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The Last Landlady: An English Memoir

3.31  ·  Rating details ·  39 ratings  ·  13 reviews
Laura Thompson’s grandmother Violet was one of the great landladies. Born in a London pub, she became the first woman to be given a publican’s license in her own name and, just as pubs defined her life, she seemed to embody their essence.

Laura spent part of her childhood in her grandmother's Home Counties establishment, mesmerised by the landlady's gift for cre
Published September 6th 2018 by Unbound Digital
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Average rating 3.31  · 
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 ·  39 ratings  ·  13 reviews

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Jan 07, 2019 marked it as wish-list

Last chance saloon : The ‘casual profundity’ of a proper pub

"It's like we elected the guy at the end of the bar to be president, and now we're all stuck in the bar with him."
— Chris Hayes on President Trump's comments to the press
Rachel Bridgeman
Oct 01, 2019 rated it liked it
Huge thanks to Anne Cater of Random Things Tours for the blog tour invite and Unbound for my paperback review copy of ‘The Last Landlady’ by Laura Thompson which is out now.

The grandmother of the author comes to life in this memoir of a woman who was the first to hold a publican licence in the UK.

As Laura says-

”She described a dull-lit,part-colored world of dishevelment and discomfort,of ashy grates and a single rusting tap,of cold rotting wood in an outside p
May 28, 2019 rated it liked it
I like memoirs, but that is not the reason why I picked up this book. I saw it mentioned in an article about books that make you laugh, and I thought I would test some of them. I tried one candidate fot the PG Wodehouse prize - what a mistake. Why is it so difficult to write funny books? This book is entertaining, though I cannot say I laughed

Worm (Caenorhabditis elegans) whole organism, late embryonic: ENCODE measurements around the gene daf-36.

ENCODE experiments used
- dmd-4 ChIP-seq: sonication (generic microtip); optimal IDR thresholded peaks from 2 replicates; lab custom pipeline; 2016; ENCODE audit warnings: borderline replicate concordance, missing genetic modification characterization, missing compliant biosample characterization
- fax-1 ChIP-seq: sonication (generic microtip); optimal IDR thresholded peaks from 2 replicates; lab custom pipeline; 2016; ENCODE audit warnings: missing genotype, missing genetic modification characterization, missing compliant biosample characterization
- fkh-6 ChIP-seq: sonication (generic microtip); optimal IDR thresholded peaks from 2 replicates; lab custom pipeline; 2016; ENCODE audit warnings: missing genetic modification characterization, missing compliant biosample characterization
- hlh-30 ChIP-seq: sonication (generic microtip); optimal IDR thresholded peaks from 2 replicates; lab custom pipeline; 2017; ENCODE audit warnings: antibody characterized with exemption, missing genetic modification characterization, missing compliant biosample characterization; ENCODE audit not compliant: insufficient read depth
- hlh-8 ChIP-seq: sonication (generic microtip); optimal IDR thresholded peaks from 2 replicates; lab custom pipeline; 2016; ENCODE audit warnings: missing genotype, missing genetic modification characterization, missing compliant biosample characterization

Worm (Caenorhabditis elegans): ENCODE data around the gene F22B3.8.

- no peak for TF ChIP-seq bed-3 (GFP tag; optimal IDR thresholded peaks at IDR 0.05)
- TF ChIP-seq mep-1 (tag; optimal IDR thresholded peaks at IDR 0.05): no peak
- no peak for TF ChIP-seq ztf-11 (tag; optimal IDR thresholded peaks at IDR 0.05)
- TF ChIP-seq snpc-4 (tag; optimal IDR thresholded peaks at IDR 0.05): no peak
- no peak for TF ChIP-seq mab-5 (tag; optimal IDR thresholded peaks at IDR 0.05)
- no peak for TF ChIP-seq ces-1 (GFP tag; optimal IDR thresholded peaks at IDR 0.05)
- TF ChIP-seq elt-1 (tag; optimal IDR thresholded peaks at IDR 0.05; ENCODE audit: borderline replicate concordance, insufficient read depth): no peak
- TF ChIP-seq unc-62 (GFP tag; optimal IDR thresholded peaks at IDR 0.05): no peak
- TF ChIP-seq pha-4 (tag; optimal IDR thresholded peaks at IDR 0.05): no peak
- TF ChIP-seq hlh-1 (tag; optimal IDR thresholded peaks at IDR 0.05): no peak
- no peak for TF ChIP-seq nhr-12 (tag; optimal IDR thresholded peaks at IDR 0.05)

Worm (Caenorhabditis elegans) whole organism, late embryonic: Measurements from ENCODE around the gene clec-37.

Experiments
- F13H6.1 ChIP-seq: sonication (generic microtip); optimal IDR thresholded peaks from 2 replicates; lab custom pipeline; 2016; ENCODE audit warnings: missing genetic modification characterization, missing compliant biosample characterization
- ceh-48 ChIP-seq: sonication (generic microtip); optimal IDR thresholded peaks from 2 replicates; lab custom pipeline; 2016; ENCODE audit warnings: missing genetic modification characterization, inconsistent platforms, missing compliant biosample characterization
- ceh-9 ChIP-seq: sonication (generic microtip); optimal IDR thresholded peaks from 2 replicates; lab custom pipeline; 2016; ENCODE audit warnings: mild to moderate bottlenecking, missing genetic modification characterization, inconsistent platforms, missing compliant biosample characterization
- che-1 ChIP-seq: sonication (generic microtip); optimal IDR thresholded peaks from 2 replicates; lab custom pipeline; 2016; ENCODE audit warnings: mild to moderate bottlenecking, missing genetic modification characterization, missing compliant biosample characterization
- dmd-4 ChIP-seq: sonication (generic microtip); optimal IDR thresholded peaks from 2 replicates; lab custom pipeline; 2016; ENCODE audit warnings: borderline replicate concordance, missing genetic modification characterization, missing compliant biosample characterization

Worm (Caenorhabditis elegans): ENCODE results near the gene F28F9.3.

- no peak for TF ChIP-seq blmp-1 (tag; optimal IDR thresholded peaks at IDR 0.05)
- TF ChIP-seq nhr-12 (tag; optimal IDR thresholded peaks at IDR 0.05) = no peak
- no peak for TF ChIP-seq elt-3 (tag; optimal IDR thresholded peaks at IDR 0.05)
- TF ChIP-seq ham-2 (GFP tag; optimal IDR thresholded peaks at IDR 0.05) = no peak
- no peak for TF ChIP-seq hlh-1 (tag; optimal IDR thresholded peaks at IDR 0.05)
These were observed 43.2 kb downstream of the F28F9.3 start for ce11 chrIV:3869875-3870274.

Laura Thompson spent many a happy childhood hour in the pub run by a grandmother she adored. It is a labour of love for her to recreate the pe
June Louise
Apr 07, 2019 rated it it was ok
In this book, the author recounts her childhood memories in the public house owned by her grandmother, Violet. It describes Violet’s fight to own the pub, in a time when being a landlady was not considered to be an appropriate livelihood for women, and the ways in which she built the place up from being a down-at-heel country inn to a thriving and popular establishment, despite the odds. The author describes the customers who frequented the pub and the theatrical atmosphere of the pub (where she ...more
Sep 10, 2019 rated it it was amazing
This is an English Memoir, as it states in the subtitle. No where else could a character like Violet, the last landlady of the book, exist, nowhere else could the pub exist, and nowhere else could Thompson view her youthful memories of “public houses” in such a way. This is the story, though not told in a straight narrative, rather a collection of impressions, of a woman, only truly alive on the stage of her pub, and it is also the story of a now lost institution. The pub as described in this we ...more